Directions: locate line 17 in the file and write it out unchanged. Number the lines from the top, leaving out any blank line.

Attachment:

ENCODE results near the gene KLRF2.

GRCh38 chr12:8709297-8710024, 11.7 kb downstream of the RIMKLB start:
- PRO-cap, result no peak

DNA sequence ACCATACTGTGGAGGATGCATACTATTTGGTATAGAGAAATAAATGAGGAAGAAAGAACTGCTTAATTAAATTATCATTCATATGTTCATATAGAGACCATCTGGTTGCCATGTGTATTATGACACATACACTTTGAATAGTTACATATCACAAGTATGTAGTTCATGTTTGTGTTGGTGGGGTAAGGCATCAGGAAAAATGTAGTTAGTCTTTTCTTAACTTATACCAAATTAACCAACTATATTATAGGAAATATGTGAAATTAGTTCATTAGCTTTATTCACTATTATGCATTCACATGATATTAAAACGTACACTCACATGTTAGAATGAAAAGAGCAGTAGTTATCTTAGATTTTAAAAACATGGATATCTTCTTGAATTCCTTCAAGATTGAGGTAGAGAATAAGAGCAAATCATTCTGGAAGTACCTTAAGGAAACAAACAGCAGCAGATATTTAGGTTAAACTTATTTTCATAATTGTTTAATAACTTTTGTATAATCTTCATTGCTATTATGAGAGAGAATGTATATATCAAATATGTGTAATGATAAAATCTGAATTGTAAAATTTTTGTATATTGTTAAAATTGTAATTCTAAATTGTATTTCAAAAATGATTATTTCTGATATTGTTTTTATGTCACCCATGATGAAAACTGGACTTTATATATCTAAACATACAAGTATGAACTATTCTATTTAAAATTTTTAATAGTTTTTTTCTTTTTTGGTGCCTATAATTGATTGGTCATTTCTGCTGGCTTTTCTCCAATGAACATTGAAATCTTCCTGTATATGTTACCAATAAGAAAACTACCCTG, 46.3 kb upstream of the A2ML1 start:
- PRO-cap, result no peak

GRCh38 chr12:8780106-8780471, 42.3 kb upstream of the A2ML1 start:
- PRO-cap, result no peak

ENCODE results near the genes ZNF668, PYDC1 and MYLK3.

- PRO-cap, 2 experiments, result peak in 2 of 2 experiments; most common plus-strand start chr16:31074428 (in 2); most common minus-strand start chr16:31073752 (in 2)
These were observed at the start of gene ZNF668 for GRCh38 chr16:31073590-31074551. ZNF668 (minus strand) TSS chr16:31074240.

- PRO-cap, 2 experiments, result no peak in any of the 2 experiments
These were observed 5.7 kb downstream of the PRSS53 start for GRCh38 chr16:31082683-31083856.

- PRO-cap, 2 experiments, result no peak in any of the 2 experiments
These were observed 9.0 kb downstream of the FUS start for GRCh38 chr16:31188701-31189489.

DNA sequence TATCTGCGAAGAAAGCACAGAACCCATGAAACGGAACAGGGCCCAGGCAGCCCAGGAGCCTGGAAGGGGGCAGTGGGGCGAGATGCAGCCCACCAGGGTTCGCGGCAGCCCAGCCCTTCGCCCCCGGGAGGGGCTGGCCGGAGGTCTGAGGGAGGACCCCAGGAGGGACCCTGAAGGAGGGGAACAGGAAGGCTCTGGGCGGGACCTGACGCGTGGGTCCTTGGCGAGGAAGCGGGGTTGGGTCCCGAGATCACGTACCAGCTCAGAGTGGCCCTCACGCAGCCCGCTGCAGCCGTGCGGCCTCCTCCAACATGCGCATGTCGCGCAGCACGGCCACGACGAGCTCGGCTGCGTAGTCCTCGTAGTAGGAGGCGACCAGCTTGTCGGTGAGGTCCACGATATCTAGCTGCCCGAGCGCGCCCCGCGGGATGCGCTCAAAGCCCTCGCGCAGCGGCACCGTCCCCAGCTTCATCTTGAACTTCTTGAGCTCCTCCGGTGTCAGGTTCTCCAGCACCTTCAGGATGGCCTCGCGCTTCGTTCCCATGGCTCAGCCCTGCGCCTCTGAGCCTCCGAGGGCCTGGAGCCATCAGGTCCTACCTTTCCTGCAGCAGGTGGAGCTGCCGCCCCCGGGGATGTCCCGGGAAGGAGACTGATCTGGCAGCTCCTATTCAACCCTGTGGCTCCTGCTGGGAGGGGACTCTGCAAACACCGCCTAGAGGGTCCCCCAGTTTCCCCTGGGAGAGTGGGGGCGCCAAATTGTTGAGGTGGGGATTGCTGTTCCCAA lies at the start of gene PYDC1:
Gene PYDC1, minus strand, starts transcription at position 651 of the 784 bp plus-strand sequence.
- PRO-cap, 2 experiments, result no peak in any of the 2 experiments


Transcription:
- PRO-cap, 2 experiments, result no peak in any of the 2 experiments